Art is God’s idea

Jacob de Wit: Earthly and Heavenly Trinity

ArtWay Visual Meditation February 10, 2019

Jacob de Wit: Earthly and Heavenly Trinity

Depictions of the Family of Jesus

by Robert Schillemans

A relaxed family is approaching us. It could be an advertisement for the Western nuclear family, consisting of father, mother and child, walking together in a loving togetherness. But even if that is what is here, it is at the same time much more. First of all it is important to see that it is ‘the Holy Family’ that is depicted here. Husband, wife and child – though from the starting point of Christendom and theology we should say: Jesus, Mary and Joseph. No matter how familiar we are with such a way of picturing the Holy Family, it has but a short history. For a long time the family of Jesus was pictured in a different way. In earlier times Jesus was a part of a Holy Kinship, later he was part of a constellation where he sits on Mary’s lap, while Mary herself is leaning on the lap of her mother Anne (Virgin and Child with Saint Anne).

Holy Kinship

In the Holy Kinship Jesus was part of a large family, where women are pre-eminent. At the centre was grandmother Anne, who married three times and had three daughters who were all named Mary. That was how medieval theologians sought to explain the confusing details in the Bible about Jesus’ brothers and sisters’ family relationships. In a painting in the Museum Catherijneconvent in Utrecht, the Netherlands, it is made clear how the familial lines ran. The men (without halo) are standing behind the wall and the women (with halo) are in front. Anne (mother of Mary) with Mary and Jesus are in the centre, on the left is Mary Cleophas with her children and to the right is Mary Salome with her two sons. Behind the wall we also see Elisabeth with her son John the Baptist. Every contemporary large family that looks different than the father-mother-child model can find its religious reflection here. Picturing the holy family this way in late medieval times eventually came to an end, especially because it did not correspond with developing notions of womanly chastity. Legend held that grandmother Anne had three marriages that could not be harmonized with this.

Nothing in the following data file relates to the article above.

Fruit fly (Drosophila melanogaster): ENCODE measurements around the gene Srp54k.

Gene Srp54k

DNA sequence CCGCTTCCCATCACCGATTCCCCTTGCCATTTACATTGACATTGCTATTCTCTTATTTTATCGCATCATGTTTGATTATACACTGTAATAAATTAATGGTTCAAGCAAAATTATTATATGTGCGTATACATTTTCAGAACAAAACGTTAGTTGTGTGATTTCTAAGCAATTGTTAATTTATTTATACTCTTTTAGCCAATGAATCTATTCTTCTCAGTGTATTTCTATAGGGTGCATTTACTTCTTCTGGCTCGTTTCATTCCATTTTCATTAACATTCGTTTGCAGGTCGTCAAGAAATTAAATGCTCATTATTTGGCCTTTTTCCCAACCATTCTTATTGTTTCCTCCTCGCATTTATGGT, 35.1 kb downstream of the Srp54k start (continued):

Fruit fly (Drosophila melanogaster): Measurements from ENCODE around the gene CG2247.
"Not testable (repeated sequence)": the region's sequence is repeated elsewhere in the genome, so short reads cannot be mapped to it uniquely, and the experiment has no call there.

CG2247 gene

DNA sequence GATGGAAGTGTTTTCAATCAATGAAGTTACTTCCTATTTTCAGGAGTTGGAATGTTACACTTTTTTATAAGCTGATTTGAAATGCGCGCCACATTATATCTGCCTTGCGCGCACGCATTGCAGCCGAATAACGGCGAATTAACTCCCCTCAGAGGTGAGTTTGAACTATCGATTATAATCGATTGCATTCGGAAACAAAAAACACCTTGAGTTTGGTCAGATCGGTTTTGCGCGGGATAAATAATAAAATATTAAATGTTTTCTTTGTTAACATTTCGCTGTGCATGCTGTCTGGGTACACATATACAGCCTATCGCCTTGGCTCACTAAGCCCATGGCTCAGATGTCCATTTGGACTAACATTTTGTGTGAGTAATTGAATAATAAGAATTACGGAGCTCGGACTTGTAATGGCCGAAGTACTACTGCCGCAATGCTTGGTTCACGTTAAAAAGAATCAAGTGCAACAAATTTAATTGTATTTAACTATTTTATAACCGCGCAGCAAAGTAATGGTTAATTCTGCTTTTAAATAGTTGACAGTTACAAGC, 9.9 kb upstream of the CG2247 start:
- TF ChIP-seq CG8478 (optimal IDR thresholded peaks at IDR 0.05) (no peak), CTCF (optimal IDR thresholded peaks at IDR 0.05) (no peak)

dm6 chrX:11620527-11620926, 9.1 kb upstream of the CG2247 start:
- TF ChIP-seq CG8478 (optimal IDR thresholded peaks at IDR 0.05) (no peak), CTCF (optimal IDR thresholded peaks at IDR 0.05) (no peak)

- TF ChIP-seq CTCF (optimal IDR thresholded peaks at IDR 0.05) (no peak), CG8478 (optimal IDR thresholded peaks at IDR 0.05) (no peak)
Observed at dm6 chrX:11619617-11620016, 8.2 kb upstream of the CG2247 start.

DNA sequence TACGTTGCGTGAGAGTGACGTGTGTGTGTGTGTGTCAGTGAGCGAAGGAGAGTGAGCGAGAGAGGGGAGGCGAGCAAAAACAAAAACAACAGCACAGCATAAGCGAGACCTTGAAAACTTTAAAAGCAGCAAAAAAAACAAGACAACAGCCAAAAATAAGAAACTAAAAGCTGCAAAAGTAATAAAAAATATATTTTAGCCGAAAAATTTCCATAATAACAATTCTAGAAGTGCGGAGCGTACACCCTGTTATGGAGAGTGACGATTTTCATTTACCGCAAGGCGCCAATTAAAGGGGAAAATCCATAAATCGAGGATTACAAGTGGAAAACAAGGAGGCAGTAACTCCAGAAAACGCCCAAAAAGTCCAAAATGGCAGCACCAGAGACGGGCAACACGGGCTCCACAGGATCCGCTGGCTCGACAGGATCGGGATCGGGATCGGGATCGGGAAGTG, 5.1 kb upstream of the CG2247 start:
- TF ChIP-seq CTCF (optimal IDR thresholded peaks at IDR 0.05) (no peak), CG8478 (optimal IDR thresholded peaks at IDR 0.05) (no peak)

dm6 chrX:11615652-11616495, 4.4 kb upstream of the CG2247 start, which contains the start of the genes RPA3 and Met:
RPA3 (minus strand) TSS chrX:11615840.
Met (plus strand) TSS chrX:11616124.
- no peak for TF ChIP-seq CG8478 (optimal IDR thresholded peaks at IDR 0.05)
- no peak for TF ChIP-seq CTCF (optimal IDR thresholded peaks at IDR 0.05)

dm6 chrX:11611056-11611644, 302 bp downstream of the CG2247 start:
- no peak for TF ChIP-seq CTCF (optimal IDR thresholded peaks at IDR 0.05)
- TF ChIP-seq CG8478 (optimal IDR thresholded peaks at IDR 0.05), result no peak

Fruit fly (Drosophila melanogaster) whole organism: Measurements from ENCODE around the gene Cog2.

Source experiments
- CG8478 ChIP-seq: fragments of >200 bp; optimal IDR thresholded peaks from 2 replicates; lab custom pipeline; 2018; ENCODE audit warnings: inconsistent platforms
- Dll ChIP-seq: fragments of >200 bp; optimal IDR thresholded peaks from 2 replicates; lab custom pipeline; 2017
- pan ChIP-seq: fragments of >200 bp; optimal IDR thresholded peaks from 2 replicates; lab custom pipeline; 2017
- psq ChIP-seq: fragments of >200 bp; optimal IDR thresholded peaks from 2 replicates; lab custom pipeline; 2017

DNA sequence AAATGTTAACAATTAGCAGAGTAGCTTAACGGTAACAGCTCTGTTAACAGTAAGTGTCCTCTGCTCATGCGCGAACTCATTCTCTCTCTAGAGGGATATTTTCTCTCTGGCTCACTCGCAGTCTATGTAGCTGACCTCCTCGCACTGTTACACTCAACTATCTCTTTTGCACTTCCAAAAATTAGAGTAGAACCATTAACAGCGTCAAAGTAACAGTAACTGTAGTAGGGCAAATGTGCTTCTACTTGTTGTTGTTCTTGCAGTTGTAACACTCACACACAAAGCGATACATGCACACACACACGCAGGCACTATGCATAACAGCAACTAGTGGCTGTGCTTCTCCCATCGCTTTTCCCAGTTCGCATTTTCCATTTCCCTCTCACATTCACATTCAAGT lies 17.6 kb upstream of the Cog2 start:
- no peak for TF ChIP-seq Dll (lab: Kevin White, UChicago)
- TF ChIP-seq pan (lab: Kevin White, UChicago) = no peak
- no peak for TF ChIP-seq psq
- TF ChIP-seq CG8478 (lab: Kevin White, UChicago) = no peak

Virgin and Child with Saint Anne

The Holy Kinship disappeared, but its core continued: Jesus was pictured with his mother and grandmother (most famously by Leonardo da Vinci in The Virgin and Child with St. Anne in the Louvre, Paris). Families where the father is absent and the youngest generation is raised by women can be linked to this depiction mode.